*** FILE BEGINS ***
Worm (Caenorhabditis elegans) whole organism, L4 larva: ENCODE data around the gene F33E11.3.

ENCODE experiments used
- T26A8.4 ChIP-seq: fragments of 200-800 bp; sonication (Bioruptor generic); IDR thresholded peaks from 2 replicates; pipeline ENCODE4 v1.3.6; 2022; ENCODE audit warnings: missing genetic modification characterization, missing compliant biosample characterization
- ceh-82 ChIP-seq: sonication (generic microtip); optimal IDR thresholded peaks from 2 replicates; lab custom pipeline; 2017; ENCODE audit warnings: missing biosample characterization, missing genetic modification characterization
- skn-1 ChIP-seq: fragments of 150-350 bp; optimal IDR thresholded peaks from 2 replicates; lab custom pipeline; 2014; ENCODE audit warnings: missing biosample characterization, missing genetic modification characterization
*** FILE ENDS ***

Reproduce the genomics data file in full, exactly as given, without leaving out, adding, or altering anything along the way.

Worm (Caenorhabditis elegans) whole organism, L4 larva: ENCODE data around the gene F33E11.3.

ENCODE experiments used
- T26A8.4 ChIP-seq: fragments of 200-800 bp; sonication (Bioruptor generic); IDR thresholded peaks from 2 replicates; pipeline ENCODE4 v1.3.6; 2022; ENCODE audit warnings: missing genetic modification characterization, missing compliant biosample characterization
- ceh-82 ChIP-seq: sonication (generic microtip); optimal IDR thresholded peaks from 2 replicates; lab custom pipeline; 2017; ENCODE audit warnings: missing biosample characterization, missing genetic modification characterization
- skn-1 ChIP-seq: fragments of 150-350 bp; optimal IDR thresholded peaks from 2 replicates; lab custom pipeline; 2014; ENCODE audit warnings: missing biosample characterization, missing genetic modification characterization